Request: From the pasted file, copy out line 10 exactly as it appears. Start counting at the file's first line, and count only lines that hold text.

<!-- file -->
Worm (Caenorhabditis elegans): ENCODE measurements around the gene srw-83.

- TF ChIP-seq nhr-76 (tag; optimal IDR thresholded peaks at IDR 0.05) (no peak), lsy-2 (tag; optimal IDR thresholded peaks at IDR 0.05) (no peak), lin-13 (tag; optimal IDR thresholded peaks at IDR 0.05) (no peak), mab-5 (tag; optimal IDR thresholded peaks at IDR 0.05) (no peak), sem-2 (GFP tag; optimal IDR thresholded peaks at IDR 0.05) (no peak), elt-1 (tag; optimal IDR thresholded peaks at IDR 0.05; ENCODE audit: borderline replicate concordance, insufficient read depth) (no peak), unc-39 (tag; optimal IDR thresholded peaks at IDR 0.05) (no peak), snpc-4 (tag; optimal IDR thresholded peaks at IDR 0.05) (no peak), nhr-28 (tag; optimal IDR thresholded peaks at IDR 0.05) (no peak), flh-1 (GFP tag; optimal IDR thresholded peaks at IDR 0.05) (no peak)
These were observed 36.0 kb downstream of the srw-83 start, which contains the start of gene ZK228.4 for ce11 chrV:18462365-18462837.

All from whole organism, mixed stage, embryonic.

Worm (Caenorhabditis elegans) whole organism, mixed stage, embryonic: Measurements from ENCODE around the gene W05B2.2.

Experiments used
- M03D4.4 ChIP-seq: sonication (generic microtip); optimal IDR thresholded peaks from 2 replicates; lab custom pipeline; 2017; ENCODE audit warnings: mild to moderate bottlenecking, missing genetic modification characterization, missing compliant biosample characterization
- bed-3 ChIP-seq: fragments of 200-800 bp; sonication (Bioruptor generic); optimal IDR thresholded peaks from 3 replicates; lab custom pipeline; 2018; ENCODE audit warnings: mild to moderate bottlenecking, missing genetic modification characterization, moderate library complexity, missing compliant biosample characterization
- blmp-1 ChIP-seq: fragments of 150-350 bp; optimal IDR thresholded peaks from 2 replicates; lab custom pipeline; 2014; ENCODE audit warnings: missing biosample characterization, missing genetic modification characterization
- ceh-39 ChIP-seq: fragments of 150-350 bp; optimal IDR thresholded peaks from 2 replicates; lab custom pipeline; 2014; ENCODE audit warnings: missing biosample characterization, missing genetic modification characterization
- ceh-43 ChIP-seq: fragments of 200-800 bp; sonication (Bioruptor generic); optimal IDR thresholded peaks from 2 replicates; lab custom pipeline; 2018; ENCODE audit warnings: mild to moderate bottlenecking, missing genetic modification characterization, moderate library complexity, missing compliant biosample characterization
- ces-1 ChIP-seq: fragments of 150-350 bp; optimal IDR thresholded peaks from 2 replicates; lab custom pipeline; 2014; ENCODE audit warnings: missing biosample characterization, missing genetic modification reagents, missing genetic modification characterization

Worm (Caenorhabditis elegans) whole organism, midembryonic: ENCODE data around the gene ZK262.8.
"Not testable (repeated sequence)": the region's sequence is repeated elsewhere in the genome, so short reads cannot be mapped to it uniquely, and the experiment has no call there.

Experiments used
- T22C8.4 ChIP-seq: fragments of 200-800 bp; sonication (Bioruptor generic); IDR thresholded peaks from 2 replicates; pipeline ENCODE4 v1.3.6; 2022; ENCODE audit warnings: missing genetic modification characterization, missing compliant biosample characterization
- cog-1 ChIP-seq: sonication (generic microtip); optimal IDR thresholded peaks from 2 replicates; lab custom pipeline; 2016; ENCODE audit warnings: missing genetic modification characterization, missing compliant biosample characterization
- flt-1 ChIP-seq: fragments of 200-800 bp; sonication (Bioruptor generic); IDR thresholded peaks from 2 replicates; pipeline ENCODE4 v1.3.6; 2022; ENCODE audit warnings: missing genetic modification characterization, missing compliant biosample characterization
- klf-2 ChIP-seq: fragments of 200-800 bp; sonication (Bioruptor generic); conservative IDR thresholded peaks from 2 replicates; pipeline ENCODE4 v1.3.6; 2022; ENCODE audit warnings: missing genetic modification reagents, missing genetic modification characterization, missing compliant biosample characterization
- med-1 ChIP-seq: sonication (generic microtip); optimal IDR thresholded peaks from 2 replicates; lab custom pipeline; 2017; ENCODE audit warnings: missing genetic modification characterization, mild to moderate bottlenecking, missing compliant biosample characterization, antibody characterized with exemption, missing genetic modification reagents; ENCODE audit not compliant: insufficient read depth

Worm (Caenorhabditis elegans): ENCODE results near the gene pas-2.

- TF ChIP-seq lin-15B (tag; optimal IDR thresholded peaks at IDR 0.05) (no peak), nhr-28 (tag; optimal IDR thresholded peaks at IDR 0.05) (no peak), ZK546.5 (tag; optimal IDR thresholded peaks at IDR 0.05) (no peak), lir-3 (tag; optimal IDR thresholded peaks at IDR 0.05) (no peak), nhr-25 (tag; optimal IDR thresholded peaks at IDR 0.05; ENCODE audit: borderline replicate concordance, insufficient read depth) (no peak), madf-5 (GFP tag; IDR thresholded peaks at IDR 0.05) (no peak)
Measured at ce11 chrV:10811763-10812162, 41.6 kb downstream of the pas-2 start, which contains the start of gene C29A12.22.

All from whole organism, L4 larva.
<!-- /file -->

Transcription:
- ceh-39 ChIP-seq: fragments of 150-350 bp; optimal IDR thresholded peaks from 2 replicates; lab custom pipeline; 2014; ENCODE audit warnings: missing biosample characterization, missing genetic modification characterization